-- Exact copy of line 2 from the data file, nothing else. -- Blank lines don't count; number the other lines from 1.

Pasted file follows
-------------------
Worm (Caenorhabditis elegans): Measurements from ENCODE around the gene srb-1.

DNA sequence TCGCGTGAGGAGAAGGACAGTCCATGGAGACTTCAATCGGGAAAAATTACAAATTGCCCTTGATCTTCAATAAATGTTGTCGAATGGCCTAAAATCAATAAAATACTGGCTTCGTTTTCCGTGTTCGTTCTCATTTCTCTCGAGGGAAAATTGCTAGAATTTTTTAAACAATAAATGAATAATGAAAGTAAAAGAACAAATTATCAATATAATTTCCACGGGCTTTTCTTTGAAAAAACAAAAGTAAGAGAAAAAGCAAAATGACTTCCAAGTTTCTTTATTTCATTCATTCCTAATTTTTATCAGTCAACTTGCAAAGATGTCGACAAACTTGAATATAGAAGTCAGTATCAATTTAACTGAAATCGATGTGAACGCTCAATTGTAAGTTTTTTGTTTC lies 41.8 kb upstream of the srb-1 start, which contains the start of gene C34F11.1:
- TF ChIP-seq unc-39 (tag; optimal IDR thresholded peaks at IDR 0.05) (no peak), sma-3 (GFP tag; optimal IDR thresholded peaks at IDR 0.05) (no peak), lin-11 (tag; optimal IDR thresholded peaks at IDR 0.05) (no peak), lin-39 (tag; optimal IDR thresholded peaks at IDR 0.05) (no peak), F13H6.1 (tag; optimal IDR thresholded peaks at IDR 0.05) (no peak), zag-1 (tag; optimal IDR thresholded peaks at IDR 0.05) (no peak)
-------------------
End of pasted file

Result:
DNA sequence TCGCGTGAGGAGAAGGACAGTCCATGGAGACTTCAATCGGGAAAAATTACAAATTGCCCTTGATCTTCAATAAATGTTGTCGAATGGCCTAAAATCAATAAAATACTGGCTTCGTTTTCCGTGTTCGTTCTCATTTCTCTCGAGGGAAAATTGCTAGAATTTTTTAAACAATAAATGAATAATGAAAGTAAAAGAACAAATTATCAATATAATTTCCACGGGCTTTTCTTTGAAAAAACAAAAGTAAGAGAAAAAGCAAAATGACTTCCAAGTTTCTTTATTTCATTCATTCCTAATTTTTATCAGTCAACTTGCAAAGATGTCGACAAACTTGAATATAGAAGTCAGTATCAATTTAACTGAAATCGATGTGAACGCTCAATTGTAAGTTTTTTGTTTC lies 41.8 kb upstream of the srb-1 start, which contains the start of gene C34F11.1: